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Paris of the late nineteenth and early twentieth centuries was a second home to Russia’s nobility. Until the start of the First World War, they retreated to Paris to have fun. Some liked it so much that until the war started they abandoned Russia almost entirely, remaining in Paris year-round.
“After the Romanovs: Russian Exiles in Paris from the Belle Epoque through revolution and war,” by Helen Rappaport, tells their story, following the Russians in France both before and after the Russian Revolution. It is a tale of the wheel of fortune taking those at the pinnacle of life to its nadir. The Revolution reduced Russian princes who lived in luxury to men driving taxis with their wives worked at\ fashion houses to make ends meet.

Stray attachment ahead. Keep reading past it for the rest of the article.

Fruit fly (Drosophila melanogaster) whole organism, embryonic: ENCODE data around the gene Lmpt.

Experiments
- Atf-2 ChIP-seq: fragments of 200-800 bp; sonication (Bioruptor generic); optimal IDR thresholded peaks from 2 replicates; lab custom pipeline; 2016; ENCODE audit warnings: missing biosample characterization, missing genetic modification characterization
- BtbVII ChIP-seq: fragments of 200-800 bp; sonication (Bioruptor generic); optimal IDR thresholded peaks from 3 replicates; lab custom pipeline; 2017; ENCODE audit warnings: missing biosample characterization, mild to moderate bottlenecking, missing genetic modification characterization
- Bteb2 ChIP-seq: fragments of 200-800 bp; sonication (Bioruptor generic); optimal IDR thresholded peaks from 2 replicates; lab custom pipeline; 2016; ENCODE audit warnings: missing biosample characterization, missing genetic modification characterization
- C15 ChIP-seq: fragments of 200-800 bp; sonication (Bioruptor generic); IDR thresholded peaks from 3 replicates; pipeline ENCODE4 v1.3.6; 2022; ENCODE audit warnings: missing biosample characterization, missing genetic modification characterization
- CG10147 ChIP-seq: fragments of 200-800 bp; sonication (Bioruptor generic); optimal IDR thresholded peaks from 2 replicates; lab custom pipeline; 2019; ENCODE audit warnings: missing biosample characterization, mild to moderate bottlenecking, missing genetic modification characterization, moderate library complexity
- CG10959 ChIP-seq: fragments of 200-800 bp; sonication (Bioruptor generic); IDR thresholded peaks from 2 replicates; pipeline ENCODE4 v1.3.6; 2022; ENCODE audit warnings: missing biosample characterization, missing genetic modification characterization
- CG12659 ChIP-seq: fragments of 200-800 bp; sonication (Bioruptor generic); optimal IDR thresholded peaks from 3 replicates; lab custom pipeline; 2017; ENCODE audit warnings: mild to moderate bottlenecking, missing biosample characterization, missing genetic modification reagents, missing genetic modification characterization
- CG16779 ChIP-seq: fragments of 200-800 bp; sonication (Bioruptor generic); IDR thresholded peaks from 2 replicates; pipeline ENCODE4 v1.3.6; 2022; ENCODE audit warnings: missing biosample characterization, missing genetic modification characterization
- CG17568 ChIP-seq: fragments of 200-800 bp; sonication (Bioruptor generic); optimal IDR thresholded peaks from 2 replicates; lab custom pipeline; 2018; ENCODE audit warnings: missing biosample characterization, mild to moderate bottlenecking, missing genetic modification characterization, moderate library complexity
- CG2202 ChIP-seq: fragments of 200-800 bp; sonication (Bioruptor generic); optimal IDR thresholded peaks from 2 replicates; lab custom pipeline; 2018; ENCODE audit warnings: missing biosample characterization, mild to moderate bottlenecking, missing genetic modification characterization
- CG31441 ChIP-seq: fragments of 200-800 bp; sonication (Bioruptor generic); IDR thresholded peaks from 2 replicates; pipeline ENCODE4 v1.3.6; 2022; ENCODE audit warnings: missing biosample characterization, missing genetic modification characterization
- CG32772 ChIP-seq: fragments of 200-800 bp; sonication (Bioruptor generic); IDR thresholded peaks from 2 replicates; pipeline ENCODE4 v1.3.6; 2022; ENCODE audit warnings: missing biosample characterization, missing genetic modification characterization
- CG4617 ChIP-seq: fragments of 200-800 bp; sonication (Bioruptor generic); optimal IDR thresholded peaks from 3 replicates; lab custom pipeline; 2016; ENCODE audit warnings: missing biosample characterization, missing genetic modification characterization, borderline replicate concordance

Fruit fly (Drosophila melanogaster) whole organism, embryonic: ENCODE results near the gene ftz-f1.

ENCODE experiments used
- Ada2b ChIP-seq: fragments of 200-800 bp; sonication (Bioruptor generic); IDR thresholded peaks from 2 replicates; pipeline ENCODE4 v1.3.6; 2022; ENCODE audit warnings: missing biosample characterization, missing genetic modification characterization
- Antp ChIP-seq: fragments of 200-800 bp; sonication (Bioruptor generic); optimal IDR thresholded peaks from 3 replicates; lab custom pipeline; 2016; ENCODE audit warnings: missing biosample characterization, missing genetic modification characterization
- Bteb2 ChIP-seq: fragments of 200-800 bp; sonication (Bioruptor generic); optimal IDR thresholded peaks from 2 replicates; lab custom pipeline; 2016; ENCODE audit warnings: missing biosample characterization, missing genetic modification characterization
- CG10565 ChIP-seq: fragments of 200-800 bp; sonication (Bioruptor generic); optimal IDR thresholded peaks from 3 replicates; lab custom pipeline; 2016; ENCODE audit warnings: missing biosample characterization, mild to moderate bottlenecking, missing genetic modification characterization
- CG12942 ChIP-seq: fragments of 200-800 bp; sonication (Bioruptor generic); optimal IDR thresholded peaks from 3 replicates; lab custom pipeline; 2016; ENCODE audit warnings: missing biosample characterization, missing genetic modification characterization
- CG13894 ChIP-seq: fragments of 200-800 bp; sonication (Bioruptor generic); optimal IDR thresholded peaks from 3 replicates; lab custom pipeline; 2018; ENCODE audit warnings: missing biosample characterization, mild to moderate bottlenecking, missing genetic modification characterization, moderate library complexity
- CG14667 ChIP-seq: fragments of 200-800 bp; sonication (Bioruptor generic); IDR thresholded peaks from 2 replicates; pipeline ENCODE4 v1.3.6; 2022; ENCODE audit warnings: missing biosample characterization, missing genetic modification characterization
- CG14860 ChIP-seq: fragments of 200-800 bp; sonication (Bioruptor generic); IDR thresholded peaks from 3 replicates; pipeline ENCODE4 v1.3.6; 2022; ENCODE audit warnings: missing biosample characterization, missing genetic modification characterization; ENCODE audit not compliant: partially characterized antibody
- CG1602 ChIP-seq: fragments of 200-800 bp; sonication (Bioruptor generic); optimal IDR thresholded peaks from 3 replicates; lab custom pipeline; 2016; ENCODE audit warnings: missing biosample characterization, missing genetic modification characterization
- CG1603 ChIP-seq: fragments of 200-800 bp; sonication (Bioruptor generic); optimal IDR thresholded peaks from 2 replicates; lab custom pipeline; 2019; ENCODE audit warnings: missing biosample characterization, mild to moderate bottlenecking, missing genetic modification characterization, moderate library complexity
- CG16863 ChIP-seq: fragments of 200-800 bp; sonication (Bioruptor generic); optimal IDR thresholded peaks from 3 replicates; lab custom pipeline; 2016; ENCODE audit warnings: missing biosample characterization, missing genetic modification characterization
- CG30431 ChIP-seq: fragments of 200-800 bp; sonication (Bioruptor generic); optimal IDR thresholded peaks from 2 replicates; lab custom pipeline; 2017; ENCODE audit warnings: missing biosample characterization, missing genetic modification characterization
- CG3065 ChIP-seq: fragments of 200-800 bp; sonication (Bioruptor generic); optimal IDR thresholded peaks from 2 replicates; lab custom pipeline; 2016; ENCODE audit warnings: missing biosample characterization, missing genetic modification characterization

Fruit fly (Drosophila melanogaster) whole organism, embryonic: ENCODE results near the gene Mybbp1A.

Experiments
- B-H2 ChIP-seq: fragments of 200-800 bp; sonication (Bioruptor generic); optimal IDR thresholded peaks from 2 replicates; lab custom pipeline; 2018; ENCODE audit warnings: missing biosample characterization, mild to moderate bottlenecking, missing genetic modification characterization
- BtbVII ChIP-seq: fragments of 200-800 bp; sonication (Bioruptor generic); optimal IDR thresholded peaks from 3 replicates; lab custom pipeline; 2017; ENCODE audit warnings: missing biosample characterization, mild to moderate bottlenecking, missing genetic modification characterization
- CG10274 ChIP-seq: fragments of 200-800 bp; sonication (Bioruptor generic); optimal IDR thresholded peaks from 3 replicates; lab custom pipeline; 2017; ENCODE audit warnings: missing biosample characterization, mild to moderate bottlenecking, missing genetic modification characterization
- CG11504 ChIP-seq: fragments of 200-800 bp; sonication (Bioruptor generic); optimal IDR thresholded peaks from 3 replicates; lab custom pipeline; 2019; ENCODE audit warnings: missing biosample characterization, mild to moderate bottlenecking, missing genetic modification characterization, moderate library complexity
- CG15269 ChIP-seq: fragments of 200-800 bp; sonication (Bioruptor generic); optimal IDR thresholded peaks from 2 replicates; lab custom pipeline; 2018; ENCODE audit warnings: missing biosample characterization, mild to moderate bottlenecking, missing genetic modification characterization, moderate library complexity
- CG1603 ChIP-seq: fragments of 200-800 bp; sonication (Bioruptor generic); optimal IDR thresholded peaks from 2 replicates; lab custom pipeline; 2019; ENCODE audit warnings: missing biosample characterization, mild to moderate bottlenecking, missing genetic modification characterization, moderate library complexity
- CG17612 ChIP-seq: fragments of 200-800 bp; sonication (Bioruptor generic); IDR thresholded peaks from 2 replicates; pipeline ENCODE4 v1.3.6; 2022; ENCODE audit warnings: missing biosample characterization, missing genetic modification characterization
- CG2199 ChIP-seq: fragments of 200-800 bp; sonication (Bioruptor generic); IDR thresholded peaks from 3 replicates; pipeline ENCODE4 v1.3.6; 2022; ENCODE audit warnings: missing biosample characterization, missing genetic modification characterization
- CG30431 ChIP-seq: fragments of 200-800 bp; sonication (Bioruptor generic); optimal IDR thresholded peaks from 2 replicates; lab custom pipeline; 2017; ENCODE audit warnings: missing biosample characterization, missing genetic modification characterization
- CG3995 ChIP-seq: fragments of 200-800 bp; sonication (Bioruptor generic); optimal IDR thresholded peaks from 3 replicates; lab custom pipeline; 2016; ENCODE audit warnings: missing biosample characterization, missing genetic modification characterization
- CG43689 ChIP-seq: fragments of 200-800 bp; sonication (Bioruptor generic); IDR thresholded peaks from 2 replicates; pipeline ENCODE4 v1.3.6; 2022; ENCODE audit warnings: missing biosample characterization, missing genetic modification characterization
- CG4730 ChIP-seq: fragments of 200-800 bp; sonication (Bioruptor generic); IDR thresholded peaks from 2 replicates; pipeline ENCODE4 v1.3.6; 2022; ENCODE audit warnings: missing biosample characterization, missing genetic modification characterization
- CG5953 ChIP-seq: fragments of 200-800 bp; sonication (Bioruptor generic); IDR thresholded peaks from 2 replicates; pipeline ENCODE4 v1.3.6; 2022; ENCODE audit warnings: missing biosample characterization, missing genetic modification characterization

Rappaport emphasizes the before and after contrasts by opening the book during the Belle Epoque. She shows Russian aristocrats using Paris as a playground, with every want or need provided by their wealth. Republican Paris became a Russian colony, an escape from an uncultured Imperial Russia. One of Tsar Nicholas II’s brothers even moved to Paris, transferring his wealth there.